That’s why I take extra care in asking other people what they know already, so that I can present the new topic to them, by walking with them on bridges they find meaningful.

 

Telling your story – content vs. presentation

When you explain something or tell a story, two things are needed to make it interesting for others: the contents and the presentation. (That is quite obvious.) What is not obvious to me is the tipping point – when presentation becomes the main interest of the story, and the content alone would be mildly uninteresting:

I found this video very well done, all the presentation tricks are there: great music! stunning camera angles! dinosaurs! adventure! space! charismatic wildlife! suspense! Then, rewatching it, I started to see more and more little mistakes in the text and the image manipulation, and I saw beyond the tricks, and there was only that shabby old car. I still smiled, because I appreciated the effort in making such a great presentation.

This other video is a similar feast of presentation, over a generally niche and behind-the-scenes topic – system administration on SUSE Linux servers. I couldn’t imagine how to make a cool video out of it – but there it is (and the text is a gem, for IT-savvies!):

On a different set of topics, a great example of successful presentation skills is spoken word. In this case, content is chosen by the speakers among issues of their lives and their surroundings, mostly on social and racial inequalities. This video from Guante introduced me to spoken word, and it became viral last year:

That’s a bold, clear, resounding, thought-provoking performance. It’s about acting, rhetorics in the good sense – not in the one that filters and bends content according to presentation requirements. But how much of the virality has been generated by the topic, and how much by the great presentation skills? I don’t know, it’s hard to evaluate, but the important thing is that this content gained a lot of attention. In this case, I see that a strong presentation is functional to the content, and the intention of the speaker.

What worries me is when significant content suffers from a mediocre presentation, and fails to gain the attention that it should deserve. I can’t accept that the presentation is a necessary tool for any content to be considered at all. Does it deserve to be ignored because it is not able to advertise itself?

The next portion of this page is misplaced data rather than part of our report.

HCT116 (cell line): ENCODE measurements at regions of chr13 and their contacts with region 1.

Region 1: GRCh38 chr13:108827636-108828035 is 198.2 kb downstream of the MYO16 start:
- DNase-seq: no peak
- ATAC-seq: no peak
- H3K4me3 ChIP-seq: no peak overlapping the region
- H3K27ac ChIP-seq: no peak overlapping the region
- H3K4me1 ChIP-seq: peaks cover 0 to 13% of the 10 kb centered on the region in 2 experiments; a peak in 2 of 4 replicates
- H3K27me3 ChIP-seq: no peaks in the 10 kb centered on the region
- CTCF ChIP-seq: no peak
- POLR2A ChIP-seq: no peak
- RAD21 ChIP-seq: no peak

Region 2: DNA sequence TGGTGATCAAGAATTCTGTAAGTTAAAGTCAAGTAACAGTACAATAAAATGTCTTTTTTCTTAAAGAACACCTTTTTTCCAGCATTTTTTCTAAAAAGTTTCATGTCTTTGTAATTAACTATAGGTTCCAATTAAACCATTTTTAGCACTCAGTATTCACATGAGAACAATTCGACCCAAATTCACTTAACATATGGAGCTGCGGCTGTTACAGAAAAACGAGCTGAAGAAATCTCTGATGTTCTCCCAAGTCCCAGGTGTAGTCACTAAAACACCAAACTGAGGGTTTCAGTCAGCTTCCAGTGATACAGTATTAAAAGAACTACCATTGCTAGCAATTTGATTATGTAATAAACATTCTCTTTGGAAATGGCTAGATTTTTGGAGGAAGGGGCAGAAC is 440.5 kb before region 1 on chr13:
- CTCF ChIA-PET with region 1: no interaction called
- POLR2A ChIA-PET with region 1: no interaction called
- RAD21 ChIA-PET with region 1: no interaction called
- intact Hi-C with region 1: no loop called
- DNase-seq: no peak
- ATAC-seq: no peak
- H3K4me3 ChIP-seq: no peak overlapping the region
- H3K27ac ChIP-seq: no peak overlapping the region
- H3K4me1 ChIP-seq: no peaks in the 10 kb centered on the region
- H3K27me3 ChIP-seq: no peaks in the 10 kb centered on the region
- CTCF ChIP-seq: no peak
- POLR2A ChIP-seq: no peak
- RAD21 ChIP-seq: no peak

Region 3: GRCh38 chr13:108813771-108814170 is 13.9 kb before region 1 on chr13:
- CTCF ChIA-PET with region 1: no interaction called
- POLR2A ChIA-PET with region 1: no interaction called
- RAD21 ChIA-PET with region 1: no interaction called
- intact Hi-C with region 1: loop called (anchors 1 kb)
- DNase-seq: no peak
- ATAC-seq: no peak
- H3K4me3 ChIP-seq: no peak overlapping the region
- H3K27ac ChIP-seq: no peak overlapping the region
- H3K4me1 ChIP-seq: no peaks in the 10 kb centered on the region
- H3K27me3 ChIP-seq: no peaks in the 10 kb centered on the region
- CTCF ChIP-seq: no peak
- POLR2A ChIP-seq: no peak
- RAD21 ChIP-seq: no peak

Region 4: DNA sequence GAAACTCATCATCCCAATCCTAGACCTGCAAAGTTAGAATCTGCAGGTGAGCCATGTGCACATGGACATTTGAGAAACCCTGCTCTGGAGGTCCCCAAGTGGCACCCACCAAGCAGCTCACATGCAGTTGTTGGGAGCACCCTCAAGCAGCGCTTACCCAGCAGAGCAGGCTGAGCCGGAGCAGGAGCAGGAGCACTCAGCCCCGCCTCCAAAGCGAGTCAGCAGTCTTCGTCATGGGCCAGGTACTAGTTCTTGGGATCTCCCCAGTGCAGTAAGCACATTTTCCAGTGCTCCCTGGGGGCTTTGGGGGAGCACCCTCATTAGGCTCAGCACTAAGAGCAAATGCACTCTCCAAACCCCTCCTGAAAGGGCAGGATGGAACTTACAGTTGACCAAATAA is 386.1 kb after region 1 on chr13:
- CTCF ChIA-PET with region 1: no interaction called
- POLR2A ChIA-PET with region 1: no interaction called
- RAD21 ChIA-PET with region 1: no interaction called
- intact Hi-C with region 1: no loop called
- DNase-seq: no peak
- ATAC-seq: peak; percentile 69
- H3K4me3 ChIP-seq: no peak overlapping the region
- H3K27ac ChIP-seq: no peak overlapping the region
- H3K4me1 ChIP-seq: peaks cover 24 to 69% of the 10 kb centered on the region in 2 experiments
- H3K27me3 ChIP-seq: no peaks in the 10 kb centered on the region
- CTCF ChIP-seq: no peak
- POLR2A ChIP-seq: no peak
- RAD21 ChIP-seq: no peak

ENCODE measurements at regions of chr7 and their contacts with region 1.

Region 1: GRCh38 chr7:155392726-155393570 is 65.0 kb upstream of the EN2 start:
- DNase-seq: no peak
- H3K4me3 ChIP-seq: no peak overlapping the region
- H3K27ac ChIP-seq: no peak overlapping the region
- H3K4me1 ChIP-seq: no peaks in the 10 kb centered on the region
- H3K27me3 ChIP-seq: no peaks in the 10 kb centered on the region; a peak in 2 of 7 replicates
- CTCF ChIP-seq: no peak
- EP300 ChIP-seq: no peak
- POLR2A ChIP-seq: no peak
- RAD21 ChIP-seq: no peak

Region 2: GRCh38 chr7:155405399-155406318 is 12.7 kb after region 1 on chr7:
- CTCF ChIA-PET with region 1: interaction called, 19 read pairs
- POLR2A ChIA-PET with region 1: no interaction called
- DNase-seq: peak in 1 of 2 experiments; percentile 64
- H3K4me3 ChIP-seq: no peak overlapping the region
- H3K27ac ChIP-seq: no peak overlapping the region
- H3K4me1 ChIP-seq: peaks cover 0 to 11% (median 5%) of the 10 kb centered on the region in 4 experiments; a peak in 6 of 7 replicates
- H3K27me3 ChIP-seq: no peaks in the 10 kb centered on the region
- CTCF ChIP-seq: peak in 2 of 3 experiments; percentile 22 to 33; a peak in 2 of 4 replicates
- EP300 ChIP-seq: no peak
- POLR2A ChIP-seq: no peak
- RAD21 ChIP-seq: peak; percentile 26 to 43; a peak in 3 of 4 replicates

With that in mind, I just finished reading a collection of life summaries by people on their deathbed: Dieser Mensch war ich. They were not filtered to pick up the cool ones, the ones with a message for others – no, they were all there: the sad ones, the ones of people who think they made mistakes, the ones of people who felt guilty and miserable. The language was plain, simple, unpolished, confused sometimes. The presentation was barely visible, I felt it was almost pure content. How many of these stories would not be discussed outside of this book, just because they look uninteresting, because they have no hooks to the usual presentation tropes? And on the contrary, how many plain stories make it to the news, overdecorated with presentation?

I have subscribed to a storytelling course, but with these doubts I can’t make use of it. I would feel desperate if I understand that people listen to me just because I am able to sell my story, not because my story has a value in itself.

Rock bottom

Today I read Chris Nicholas’ post about reaching rock bottom and rebuilding from that foundation. I read it a few times to check what could match with my story. I found much similarity, but not on the “rock bottom sensation” that he experienced – and not yet any intention to start rebuilding.

I feel more like I fell off my horse. There is no proper desperation in that. I saw the fall coming as I progressively lost balance and slipped on the side of the horse, grabbed his mane, at last let the reins loose, felt the speed of the running horse from an increasingly uncomfortable position. I knew I just had to stay in the saddle like everyone else, but I just couldn’t anymore, at least not like that.

I fell off a galloping horse once and I can’t exactly describe how it happened. One moment I was hanging precariously on his side, the next I was on the grass, the horse a couple strides away – as if I had skipped ten seconds of a video. That same scene happens now. I am simply and suddenly on the ground, not hurt, at least not suffering. I had a very first thought: “Back on that horse, immediately! No one would notice.” but next I felt surprise, and an immense exhaustion. My rock bottom is a soft meadow. The horse has come back to me, slightly surprised and genuinely curious. He even stands reasonably still as I try to get back in the saddle. What blocks me are two feelings: the present lack of force in my muscles, even if the movements are routine, and the dreadful perspective of coming back to the unending race.

my rock bottom is a soft meadow